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    ABSTRACT: ABSTRACT We conducted a randomized phase III trial to compare efficacy andsafety of two purine analogues, cladribine and fludarabine, with high-dose chlorambucil, in patients with previouslyuntreated Chronic Lymphocytic Leukaemia (CLL).Between 1997 and 2004, 223 CLL patients (median age 63 years) were randomly assigned to cladribine (n=72), fludarabine (n=74) or high-dose chlorambucil (n=77), each for a planned 6 cycles of therapy given monthly, with frequent health-related quality of life (HRQoL) assessments. There was no statistical difference for the primary endpoint of overall response with cladribine (70%), fludarabine (67%), and chlorambucil (59%),or for complete remission(12%, 7% and 8%), respectively. However, themedian progression-free survival (PFS; 25, 10, 9 months) and themedian time to second treatment (40, 22, 21 months), were superior with cladribine compared to either fludarabine or high-dose chlorambucil. There was no significant difference in overall survival between patients given cladribine, fludarabine or high-dose chlorambucil, witha median of 96, 82 and 91 months, respectively. There was no significant difference in toxicity or HRQoL assessments. Monotherapy with cladribine gives superior PFS and longer response duration than fludarabine and high-dose chlorambucil as first-line treatment of symptomatic CLL.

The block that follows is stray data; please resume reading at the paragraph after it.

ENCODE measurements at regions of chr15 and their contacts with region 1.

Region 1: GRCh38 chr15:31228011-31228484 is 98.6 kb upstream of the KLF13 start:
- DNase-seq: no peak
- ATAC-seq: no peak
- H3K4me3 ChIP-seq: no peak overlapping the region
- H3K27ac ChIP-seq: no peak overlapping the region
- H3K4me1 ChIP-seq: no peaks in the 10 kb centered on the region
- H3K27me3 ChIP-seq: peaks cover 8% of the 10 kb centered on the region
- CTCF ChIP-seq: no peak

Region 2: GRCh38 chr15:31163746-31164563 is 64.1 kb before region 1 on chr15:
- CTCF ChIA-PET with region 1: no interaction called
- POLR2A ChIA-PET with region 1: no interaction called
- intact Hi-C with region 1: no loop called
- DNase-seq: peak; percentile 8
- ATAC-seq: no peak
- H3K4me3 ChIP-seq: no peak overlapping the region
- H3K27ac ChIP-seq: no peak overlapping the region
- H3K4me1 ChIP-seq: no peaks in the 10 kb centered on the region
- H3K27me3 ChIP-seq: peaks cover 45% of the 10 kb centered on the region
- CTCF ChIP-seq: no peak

Leukemia & lymphoma 02/2014; 55(12). DOI:10.3109/10428194.2014.893306 · 2.61 Impact Factor